FRANKFURT, July 26 (Reuters) - German discount grocery chain Aldi North said Wednesday it was planning to spend 5.2 billion euros ($6 billion) to revamp its stores in Germany and around Europe.
Aldi and its rival Lidl have expanded rapidly in Europe, putting pressure on Britain's big supermarkets and also challenging U.S. retailers.
German brothers Karl and Theodor Albrecht pioneered the Aldi discount store concept, setting up two sister businesses serving north and south Germany in 1962 and then expanding to much of Europe as well as the United States and Australia.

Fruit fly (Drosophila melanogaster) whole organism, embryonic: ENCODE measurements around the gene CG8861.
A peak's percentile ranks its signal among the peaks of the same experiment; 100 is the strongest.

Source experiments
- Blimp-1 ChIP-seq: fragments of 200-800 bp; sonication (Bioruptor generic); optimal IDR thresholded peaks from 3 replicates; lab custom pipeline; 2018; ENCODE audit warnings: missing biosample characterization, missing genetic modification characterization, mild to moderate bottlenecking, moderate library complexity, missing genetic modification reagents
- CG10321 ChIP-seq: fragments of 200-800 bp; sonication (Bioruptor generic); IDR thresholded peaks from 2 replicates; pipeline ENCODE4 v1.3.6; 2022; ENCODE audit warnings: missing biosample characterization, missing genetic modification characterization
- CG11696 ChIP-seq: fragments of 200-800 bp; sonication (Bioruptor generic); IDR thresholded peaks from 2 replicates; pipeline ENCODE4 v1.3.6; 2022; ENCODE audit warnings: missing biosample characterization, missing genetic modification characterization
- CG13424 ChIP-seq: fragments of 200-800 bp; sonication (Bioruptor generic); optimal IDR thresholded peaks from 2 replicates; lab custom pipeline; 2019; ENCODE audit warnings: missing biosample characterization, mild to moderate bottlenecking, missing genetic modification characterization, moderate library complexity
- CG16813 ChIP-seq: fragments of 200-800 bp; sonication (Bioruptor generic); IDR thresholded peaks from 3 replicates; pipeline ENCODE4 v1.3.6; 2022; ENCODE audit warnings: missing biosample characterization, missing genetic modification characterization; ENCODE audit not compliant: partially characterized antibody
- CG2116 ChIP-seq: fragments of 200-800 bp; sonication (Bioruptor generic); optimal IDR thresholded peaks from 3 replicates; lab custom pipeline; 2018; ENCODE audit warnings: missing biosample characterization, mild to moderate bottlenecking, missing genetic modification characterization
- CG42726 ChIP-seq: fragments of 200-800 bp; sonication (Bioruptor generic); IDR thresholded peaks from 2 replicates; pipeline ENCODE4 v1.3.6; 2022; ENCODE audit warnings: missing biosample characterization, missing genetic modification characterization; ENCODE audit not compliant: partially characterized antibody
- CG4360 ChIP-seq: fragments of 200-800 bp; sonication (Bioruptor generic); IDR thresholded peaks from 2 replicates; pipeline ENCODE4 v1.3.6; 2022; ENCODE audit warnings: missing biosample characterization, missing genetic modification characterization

Aldi North's sister chain Aldi South announced plans in June to invest $3.4 billion to expand its U.S. store base to 2,500 by 2022.
Theodor had placed control of Aldi North in the hands of three foundations, all of which must approve any strategic decisions.
Aldi North most recently said it had just over 4,800 stores in Europe. It operates 1,600 stores in the United States and earlier this year said it would add another 400 by the end of 2018. ($1 = 0.8593 euros) (Reporting by Maria Sheahan and Tom Sims. Editing by Jane Merriman)